7. “You have to be in a care home to receive NHS Continuing Healthcare funding.”


Continuing Healthcare funding is available to people in their own homes and there is no limit on the number of hours of care that it covers.

8. “It’s not worth applying for NHS Continuing Healthcare funding because it only covers high level and specialist nursing needs.”


Continuing Healthcare eligibility depends on your parent’s day-to-day health and care needs and they can be in an ordinary residential care home and still receive NHS Continuing Healthcare funding.

9. “Family members are not allowed to attend Continuing Healthcare assessments.”


It is vital that family members are involved in assessments which is something that is reinforced in the Continuing Healthcare National Framework guidelines.

10. “If you have a spouse, you won’t be eligible for NHS Continuing Healthcare because your spouse can pay for your care.”


No one should be asked to pay for anyone else’s care nor should anyone be asked to move out of or sell their home to pay for someone else’s care.

There are many additional myths in circulation about NHS Continuing Healthcare funding. If you’re arranging care for a relative or if they’ve been in care for some time already be sure the information you’re given about care fees and care funding is correct.

Latest advice

Stop press: From June 2019 you can download our up-to-date guide to working your way through the complex process of claiming NHS Continuing Healthcare funding. Find it on our downloads page.


If you found this article useful, why not sign up to our regular newsletter for latest news?

Share this article:
Newest Most Voted
Inline Feedbacks
View all comments
Shirley Fell
Shirley Fell
2 years ago

My husband has had dementia for 14yrs. He has spent the last 10 months in an NHS dementia ward where he was badly neglected ie failed to provide even basic care – food water warmth care. He was allowed to walk the corridors in just incontinence pants & overmedicated to make life easier for staff. He was originally on a section 2 then 3. I recently got him moved to a nursing home (5 wks ago) it today he has had a special assessment & they. now claim he no longer qualifies for 117 fu being! I had to go… Read more »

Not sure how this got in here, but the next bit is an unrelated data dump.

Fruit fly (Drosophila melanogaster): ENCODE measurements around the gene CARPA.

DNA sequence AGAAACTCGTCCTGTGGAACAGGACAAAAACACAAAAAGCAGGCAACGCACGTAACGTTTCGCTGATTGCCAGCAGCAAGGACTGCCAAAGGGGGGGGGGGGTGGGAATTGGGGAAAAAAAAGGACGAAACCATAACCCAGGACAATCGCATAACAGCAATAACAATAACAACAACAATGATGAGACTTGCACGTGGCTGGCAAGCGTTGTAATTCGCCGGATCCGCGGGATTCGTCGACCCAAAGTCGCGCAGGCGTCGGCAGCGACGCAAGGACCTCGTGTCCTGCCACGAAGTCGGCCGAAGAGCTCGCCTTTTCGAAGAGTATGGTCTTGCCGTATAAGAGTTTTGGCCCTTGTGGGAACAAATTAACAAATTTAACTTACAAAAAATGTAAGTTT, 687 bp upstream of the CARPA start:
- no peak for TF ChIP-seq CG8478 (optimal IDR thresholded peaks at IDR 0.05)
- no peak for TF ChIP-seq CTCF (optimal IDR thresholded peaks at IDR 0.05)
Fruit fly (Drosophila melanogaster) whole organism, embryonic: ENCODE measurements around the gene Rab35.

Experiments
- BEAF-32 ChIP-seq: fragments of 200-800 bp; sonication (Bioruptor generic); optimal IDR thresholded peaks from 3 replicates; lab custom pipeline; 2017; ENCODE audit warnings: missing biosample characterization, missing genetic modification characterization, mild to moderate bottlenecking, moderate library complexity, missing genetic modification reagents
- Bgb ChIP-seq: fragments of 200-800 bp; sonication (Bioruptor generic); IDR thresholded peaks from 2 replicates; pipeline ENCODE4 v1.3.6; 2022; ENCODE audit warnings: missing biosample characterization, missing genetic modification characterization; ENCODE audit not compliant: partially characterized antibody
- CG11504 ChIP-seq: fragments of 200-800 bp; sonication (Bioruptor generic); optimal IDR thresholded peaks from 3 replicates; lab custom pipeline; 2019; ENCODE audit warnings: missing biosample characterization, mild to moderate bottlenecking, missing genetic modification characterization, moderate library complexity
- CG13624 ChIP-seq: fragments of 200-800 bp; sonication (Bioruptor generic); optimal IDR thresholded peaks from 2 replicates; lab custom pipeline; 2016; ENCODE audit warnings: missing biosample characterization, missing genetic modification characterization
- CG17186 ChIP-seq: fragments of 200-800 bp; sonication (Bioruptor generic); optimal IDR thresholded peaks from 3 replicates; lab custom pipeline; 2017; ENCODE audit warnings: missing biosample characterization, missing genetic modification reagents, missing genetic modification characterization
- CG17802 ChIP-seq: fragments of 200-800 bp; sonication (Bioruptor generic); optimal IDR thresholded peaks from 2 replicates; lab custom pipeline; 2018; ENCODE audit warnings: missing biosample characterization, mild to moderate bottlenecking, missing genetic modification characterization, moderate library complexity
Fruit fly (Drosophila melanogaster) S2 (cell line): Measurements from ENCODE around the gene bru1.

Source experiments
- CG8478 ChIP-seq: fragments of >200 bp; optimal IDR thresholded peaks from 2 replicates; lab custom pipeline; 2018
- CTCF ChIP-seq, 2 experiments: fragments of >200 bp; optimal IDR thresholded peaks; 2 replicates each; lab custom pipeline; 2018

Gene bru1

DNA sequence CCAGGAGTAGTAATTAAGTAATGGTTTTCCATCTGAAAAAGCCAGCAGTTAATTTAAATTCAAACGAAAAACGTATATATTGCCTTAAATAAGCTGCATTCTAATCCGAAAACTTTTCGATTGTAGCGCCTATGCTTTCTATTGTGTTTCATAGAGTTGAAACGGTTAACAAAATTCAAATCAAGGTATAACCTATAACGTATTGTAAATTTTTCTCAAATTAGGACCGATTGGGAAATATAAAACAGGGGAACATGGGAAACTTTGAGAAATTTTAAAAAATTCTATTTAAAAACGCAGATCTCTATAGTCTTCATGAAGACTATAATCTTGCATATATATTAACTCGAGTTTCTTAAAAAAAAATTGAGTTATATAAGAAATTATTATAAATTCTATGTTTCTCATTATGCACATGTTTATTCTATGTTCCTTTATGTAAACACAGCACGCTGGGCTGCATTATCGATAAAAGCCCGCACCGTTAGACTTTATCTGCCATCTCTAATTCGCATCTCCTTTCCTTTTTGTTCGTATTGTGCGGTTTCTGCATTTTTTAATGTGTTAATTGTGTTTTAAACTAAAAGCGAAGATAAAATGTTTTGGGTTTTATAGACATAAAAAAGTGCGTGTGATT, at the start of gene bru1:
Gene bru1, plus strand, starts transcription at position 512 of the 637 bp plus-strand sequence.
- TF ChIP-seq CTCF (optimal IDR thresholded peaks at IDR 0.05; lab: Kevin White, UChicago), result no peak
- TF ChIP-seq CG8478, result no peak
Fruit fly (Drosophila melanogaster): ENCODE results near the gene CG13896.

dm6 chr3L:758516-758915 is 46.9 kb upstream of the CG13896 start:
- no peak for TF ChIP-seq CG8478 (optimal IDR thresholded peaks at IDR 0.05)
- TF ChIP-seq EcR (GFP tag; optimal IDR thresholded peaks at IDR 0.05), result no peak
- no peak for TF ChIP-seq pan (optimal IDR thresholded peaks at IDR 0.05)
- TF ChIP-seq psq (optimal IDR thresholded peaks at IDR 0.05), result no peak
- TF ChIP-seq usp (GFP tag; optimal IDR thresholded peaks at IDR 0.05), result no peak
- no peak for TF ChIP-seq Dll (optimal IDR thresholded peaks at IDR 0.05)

John Eric Hughes
John Eric Hughes
2 years ago

The Government’s policy is that the NHS Continuing Health Care, is a system designed for the patient to fail. It only has one Government objective, to obtained your families life savings and home, or property as they the Social Services call it, in order to pay for underfunded services. We applied for this Continuing Health Care and was refused, our mother had MAJOR medical conditions, but that really just does not matter. We was told, to hand over, all our mothers savings accounts and if we made any attempt to access them, legal action would be taken against us. Social… Read more »

1 year ago

I am on NHS continuing care are my parents allowed to leave me some inheritance

D cardill
D cardill
8 months ago

My mum was having her care paid for by NHS funding she has dementia she is bed ridden, can not communicate, eat drink has to be fed , cannot take her own meds, inconstant, can not walk do anything fir her self. They now say she dose not quality for it. How as she is no different from when she first got it. They only thing the took the end of life meds out of the drugs trolly they had for her incase they needed them.

Mike Carlile
Mike Carlile
7 months ago

My father feb 2020 was given approx 5 months to live has. level 5 kidney disease CKD.
He has savings over £23 k then not now and property over £23k
We are currently pay for care as we were led to believe he had no medical reason for Care – just taking medicines .As time has developed the money kilos running out .How do you start the process nd can it be restrospective?

Jean Ward
Jean Ward
6 months ago

My mother has been in a care home for 8 years with continuing care by NHS. Sadly the home is closing and she has to be moved into new home. The CCG are saying they cannit cover all home fees under their budget. Therefore we will have to pay shortfall even though homes we have chosen are on same level as mum is in ay the moment.

Would love your thoughts, please comment.x